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Outdoor Learning and Advanced Problem-Solving

By Leslie Morrison, CTD Summer Leapfrog Coordinator, 
Revised by Adam Schalke, CTD Program Assistant


“It seems to me that we all look at nature too much, and live with her too little.” 
 -Oscar Wilde 

CTD will be keeping the majority of its summer programs online this summer in the interest of the health and safety of its families, educators, and staff. However, we do not expect our students to spend their entire summer indoors in front of a device. In fact, the courses in CTD’s summer programs are activity-based, and many embrace the unique benefits of outdoor learning. Learning in an outdoor environment, whether that’s a student’s backyard, a park, or some other natural space, has the potential to stimulate creative thinking, develop problem-solving skills, and teach students to adapt and learn from their mistakes more effectively.  

Outdoor Learning and Advanced Problem-Solving 

How might an outdoor classroom enhance learning for younger students? In outdoor learning environments, students can experience hands-on opportunities for learning, and engage in authentic problem-solving in ways that could not be experienced with the same depth in an indoor classroom. For example, in one study, a small group of children wanted to create a rope swing in an outdoor area. The teacher provided the rope and modeled how to tie knots, and then the students took charge at that point. The students figured out that there were important steps they needed to take to create a functioning swing, from deciding that a large stick would be used for the seat to measuring out the length of the rope. This was a collaborative, higher-order problem-solving activity that was also highly motivating for students.  Additionally, rich conversations developed as they worked towards completion of their unique swing. In a time of distance learning, this could be accomplished with a student and their parent, or with a peer under certain circumstances meant to better ensure safety.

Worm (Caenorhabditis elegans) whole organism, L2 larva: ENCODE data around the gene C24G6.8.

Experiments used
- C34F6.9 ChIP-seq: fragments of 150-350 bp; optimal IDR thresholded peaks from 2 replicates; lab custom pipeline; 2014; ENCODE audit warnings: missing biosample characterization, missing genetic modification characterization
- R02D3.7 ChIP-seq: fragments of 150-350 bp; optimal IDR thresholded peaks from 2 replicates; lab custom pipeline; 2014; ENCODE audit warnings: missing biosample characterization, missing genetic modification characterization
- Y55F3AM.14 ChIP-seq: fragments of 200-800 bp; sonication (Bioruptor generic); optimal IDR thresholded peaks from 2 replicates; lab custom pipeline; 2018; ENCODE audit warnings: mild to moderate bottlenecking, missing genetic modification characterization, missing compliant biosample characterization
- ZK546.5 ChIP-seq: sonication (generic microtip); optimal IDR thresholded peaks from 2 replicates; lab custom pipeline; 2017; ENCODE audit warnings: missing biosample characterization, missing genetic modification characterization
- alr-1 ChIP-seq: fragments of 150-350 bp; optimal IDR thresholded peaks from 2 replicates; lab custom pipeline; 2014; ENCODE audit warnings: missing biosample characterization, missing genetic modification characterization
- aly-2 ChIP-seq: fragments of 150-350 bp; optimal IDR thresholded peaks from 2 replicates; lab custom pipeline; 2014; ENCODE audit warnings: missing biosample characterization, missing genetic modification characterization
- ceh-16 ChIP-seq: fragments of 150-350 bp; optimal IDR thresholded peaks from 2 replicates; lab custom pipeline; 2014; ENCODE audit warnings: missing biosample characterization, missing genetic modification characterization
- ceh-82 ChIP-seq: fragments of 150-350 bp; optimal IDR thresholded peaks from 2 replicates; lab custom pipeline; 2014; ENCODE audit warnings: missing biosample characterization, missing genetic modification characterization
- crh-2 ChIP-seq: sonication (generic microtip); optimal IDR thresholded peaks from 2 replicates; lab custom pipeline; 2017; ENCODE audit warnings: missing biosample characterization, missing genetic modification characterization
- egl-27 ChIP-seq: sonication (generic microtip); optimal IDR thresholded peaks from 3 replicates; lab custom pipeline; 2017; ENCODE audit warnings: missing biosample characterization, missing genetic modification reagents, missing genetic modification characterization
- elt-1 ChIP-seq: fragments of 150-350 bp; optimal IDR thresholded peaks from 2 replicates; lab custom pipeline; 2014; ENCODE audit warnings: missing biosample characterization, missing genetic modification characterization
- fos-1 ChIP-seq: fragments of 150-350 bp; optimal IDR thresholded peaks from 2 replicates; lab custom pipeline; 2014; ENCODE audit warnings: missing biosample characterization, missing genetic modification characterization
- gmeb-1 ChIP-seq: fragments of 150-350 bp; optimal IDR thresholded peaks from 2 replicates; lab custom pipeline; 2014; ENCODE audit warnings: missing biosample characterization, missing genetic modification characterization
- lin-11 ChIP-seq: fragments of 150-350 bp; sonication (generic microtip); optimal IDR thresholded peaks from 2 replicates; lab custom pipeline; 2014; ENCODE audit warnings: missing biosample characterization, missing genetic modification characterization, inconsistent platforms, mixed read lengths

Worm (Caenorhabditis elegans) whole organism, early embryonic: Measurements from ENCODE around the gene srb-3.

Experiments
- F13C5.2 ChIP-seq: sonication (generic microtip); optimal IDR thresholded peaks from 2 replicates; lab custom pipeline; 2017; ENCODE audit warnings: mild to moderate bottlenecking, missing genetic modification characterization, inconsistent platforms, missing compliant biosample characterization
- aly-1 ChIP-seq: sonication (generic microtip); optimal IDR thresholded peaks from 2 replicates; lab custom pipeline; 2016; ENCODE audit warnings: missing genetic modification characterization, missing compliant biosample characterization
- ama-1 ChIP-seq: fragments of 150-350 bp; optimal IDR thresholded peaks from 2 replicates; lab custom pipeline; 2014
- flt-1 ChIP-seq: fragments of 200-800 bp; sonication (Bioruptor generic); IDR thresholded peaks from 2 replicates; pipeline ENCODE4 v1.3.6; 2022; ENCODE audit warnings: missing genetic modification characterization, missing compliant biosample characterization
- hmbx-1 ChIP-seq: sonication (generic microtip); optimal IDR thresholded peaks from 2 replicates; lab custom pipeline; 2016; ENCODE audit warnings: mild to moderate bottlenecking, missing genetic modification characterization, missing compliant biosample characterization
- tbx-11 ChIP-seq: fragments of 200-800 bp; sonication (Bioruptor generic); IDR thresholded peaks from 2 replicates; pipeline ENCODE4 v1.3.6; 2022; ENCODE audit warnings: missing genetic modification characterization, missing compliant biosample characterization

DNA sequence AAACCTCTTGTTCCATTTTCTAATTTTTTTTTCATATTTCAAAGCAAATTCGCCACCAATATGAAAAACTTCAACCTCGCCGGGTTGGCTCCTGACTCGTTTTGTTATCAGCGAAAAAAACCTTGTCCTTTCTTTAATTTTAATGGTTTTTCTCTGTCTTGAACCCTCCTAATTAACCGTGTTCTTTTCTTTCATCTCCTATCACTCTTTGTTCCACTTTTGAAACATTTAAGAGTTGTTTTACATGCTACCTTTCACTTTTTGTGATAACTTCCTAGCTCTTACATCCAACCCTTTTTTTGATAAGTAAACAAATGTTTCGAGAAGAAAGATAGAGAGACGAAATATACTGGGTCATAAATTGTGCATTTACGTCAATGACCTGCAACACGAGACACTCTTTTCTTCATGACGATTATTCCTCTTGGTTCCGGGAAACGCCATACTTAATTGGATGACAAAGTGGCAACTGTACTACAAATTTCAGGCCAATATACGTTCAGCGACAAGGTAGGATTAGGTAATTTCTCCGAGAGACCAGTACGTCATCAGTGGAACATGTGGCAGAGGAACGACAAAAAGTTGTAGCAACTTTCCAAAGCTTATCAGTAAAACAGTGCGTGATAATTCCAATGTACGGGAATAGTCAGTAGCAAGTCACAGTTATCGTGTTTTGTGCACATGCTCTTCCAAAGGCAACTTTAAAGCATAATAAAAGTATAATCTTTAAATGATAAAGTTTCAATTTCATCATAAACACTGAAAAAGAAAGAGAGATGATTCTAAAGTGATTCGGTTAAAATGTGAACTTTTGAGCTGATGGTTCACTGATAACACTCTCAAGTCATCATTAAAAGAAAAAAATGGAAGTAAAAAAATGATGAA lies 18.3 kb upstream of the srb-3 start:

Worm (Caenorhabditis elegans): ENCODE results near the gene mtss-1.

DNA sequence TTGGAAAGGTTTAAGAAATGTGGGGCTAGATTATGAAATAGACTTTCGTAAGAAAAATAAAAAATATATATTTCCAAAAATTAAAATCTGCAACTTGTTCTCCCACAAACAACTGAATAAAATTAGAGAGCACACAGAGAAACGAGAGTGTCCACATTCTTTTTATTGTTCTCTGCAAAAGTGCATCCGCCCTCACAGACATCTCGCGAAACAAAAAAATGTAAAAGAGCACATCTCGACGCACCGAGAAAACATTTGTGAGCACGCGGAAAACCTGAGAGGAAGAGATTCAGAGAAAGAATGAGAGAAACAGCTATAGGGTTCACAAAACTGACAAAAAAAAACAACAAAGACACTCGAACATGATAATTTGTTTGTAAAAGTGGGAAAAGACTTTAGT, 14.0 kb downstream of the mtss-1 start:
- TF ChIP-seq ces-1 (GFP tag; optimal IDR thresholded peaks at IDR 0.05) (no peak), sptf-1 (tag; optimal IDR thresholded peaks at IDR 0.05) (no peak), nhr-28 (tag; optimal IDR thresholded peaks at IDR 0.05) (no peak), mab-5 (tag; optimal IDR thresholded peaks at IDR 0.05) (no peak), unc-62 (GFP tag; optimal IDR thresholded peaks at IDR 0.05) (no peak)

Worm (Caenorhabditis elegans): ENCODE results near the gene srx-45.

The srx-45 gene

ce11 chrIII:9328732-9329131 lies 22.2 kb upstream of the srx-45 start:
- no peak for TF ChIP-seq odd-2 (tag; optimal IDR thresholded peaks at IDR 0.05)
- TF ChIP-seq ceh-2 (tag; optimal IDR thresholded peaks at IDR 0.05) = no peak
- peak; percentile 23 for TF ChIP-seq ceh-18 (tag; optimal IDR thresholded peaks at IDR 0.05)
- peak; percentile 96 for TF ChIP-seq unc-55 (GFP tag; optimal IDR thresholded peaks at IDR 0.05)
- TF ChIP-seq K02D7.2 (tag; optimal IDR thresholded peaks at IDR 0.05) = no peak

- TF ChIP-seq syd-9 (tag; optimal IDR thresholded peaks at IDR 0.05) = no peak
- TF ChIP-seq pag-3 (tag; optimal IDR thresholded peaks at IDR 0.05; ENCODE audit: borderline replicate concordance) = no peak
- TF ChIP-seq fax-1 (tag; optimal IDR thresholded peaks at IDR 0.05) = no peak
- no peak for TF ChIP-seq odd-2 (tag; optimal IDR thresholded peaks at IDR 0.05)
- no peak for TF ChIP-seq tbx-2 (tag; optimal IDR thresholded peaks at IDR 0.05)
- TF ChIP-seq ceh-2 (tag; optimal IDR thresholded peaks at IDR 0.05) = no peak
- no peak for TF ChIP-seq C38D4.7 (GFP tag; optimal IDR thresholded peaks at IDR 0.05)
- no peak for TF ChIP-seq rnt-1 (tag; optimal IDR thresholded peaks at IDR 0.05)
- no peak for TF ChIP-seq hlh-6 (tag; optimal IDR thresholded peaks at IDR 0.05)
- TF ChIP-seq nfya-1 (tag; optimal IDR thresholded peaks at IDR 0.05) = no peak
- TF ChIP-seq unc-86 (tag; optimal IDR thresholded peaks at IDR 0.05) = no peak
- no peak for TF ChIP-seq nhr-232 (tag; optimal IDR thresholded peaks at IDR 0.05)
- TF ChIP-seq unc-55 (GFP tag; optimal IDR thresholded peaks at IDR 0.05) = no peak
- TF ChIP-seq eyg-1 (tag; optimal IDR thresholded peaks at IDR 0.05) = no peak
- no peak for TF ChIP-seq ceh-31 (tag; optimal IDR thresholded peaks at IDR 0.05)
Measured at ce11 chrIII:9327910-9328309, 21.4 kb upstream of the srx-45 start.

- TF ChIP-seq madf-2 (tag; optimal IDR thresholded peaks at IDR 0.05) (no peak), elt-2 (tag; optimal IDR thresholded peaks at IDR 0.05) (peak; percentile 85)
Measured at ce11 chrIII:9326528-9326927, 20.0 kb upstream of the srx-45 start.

Mistakes and Persistence 

Outdoor learning experiences allow students of all ages to experience risk and adventure at a developmentally appropriate pace. Risk-taking is critical to advancing children’s learning. But in some instances, and often for gifted and talented children, students can become risk-averse. Because some gifted students are perfectionists, they may not want to risk failure in unfamiliar tasks. Their motivation can waver, and they may not want to try, or try more than once. When students “play it safe” in their learning, their creativity and higher-order problem-solving can be stifled, leaving messier but fruitful learning experiences to the side. 

With outdoor learning, such as a wilderness challenge, students work collaboratively on projects. Students can quickly identify mistakes and make modifications, since the learning experiences are so immediate and concrete. Students often draw on skills that they likely don’t exhibit in a traditional classroom, which builds confidence and excitement for learning. Outdoor learning offers students a new way of discovering how failures can lead to new understandings. They can figure out how to make a lean-to shelter that doesn’t fall down, or propose new ways to make a working solar oven, or just keep trying until they make a swing that actually works.  

CTD is happy to offer an array of courses this summer that either feature or are greatly enhanced by outdoor learning. Some of our outdoor online learning offerings include: 

  

RESOURCES 

Forest Schools: Fires, Trees, and Mud Pies 

https://www.theguardian.com/education/2014/dec/09/the-school-in-the-woods-outdoor-education-modern-britain 

Self-esteem and Successful Interaction as Part of the Forest School Project 

http://onlinelibrary.wiley.com/doi/10.1111/j.0268-2141.2004.00337.x/epdf 

The Effect of Environment-Based Education on Students’ Achievement Motivation 

http://www.seer.org/pages/research/AthmanandMonroeJIR2004.pdf 

Preschool without Walls 

http://www.nytimes.com/2015/12/31/fashion/outdoor-preschool-in-nature.html 

Back to School, Back Outdoors: Executive Summary 

https://www.nwf.org/pdf/Be%20Out%20There/Back%20to%20School%20full%20report.pdf 

5 Benefits of Outdoor Education 

https://www.edutopia.org/blog/5-benefits-of-outdoor-education-michael-becker 

Early Childhood Education Takes to the Outdoors 

https://www.edutopia.org/early-childhood-outdoor-education-waldkindergarten 

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